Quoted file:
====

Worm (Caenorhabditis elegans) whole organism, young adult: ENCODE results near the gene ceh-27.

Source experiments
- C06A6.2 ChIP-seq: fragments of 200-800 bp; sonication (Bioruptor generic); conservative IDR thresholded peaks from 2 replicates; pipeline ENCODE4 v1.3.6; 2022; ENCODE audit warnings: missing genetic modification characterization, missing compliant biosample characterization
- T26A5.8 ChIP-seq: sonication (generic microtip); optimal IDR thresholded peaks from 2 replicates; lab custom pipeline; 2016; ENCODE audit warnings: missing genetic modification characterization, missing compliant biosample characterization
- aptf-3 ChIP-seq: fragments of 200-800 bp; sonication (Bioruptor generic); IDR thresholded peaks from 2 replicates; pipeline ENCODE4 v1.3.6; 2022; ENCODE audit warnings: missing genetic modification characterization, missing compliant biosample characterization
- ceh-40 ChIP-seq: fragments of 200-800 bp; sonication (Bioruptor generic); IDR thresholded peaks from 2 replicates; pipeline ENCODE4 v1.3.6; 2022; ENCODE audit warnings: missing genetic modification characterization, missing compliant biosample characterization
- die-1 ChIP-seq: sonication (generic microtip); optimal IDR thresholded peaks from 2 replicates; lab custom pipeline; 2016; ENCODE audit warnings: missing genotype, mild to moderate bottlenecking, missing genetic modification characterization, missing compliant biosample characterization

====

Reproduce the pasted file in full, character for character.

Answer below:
Worm (Caenorhabditis elegans) whole organism, young adult: ENCODE results near the gene ceh-27.

Source experiments
- C06A6.2 ChIP-seq: fragments of 200-800 bp; sonication (Bioruptor generic); conservative IDR thresholded peaks from 2 replicates; pipeline ENCODE4 v1.3.6; 2022; ENCODE audit warnings: missing genetic modification characterization, missing compliant biosample characterization
- T26A5.8 ChIP-seq: sonication (generic microtip); optimal IDR thresholded peaks from 2 replicates; lab custom pipeline; 2016; ENCODE audit warnings: missing genetic modification characterization, missing compliant biosample characterization
- aptf-3 ChIP-seq: fragments of 200-800 bp; sonication (Bioruptor generic); IDR thresholded peaks from 2 replicates; pipeline ENCODE4 v1.3.6; 2022; ENCODE audit warnings: missing genetic modification characterization, missing compliant biosample characterization
- ceh-40 ChIP-seq: fragments of 200-800 bp; sonication (Bioruptor generic); IDR thresholded peaks from 2 replicates; pipeline ENCODE4 v1.3.6; 2022; ENCODE audit warnings: missing genetic modification characterization, missing compliant biosample characterization
- die-1 ChIP-seq: sonication (generic microtip); optimal IDR thresholded peaks from 2 replicates; lab custom pipeline; 2016; ENCODE audit warnings: missing genotype, mild to moderate bottlenecking, missing genetic modification characterization, missing compliant biosample characterization